Category Archives: e-Evidence Insights

e-Evidence Insights: Mars Needs Moms; But Science Needs Humans


"It's an inexact science."  We've heard that phrase often.  But, how often have we heard it in reference to DNA?  Usually, we hear it more in terms of how it identifies a particular suspect with astronomically-high odds, such as, 'one-in-a-million'.  In other words, it must be him because mathematically, it couldn't possibly be anyone else.

Consider the very bad luck of our suspect in today's story:


  • A murder was committed.
  • The suspect's DNA was found on tape used to gag the victim.
  • Based on this evidence, he was promptly arrested.

Now, factor in the very good luck of our suspect in today's story:

  • He had an alibi.
  • He was able to prove it beyond all doubt (i.e, it wasn't his mother claiming that he'd been with her the entire time – he was in a hospital).

In fact, he was nowhere near the scene at the time of the murder; nor was he ever at the scene.  Yet, he spent five months in jail before he was eventually exonerated.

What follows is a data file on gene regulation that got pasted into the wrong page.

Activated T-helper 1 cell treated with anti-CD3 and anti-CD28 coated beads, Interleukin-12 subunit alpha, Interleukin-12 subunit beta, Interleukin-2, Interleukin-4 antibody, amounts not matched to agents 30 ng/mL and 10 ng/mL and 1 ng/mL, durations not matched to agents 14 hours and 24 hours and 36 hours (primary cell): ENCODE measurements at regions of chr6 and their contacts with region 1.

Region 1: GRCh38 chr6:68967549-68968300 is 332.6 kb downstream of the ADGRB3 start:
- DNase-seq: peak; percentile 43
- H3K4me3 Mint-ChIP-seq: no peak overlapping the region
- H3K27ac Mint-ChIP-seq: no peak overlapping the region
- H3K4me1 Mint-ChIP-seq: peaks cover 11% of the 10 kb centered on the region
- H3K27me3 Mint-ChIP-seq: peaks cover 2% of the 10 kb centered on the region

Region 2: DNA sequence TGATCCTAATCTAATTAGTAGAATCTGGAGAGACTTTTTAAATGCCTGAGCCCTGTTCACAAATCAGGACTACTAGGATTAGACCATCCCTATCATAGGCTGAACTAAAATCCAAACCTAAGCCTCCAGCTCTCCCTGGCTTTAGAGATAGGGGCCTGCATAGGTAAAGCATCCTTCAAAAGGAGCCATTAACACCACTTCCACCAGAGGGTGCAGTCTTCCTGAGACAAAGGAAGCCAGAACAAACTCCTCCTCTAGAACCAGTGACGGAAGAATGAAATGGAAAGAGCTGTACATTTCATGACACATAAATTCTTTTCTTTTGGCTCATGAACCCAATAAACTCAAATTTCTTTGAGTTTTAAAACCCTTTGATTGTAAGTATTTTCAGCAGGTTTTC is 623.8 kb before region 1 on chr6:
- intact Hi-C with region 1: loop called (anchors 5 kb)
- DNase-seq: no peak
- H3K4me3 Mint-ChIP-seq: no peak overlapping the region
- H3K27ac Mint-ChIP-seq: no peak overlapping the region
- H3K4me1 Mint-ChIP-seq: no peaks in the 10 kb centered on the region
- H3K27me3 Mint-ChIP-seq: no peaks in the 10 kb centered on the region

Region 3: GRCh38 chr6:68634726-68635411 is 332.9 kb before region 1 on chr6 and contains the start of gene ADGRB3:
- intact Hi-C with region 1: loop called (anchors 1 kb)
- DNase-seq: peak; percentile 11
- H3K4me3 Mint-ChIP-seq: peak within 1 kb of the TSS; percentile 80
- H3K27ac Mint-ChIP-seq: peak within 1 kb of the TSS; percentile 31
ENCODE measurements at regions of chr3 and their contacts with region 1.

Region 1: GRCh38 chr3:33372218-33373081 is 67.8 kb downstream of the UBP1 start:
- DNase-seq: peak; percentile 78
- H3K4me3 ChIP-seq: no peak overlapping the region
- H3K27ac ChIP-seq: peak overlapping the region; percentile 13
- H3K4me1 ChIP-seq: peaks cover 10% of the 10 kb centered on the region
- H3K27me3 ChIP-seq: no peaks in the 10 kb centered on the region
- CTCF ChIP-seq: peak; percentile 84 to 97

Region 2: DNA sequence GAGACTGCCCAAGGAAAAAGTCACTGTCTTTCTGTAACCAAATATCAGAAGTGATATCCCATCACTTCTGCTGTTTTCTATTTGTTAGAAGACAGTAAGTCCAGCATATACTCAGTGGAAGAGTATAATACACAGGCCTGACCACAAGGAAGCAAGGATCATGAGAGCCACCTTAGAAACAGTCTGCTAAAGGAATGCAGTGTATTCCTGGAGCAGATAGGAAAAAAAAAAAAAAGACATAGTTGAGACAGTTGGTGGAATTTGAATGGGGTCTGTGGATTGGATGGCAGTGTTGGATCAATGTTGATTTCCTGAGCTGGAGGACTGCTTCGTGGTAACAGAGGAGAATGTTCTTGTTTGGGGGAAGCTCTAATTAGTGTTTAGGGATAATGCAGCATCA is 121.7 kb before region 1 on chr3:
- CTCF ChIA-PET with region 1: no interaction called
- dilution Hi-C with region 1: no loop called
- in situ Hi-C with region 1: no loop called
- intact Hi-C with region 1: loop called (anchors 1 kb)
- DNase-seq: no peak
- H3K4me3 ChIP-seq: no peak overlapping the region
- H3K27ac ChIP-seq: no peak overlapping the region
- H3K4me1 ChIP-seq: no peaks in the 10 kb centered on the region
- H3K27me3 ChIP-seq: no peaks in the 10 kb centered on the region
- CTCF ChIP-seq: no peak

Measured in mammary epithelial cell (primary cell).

This appears to be a bizarre case of transference.

Furthermore, DNA is not necessarily like snowflakes; sometimes, two samples are identical (at least within the range that law-enforcement would feel comfortable arresting and prosecuting a suspect).

The moral of this story?  We rely on science; but sometimes, science must also rely on us.

I Never Promised You a (Dusty)Rose Garden…

…but I did promise to try to post more often.  Isn't it a shame when work gets in the way of a good blog post?  Having not posted anything this week, I wanted to let you know about two subjects I'm working on for you right now:

  1. Due to all of the controversy over Google's privacy policy, I'm writing an instructive article about alternate software products you may use to sync email, contacts and calendar on all of your devices; including desktops, laptops, tablets and smartphones.  And here's the best part – you can do it free (for power users who want more robust features, I'll also include some pay options).  I don't know about you, but being able to create emails, calendar appointments and/or modify contacts – then having the device automatically propagate the data to all of my other devices simultaneously – is one of life's greatest time-savers!  Here's another bonus, that should appeal to many of you – you'll have a database that lives on your own device, not just via access in the cloud.  Yes, there will be pictures, in fact, I've been playing with an excellent app that creates terrific images from a non-rooted Android smartphone.  Stay tuned…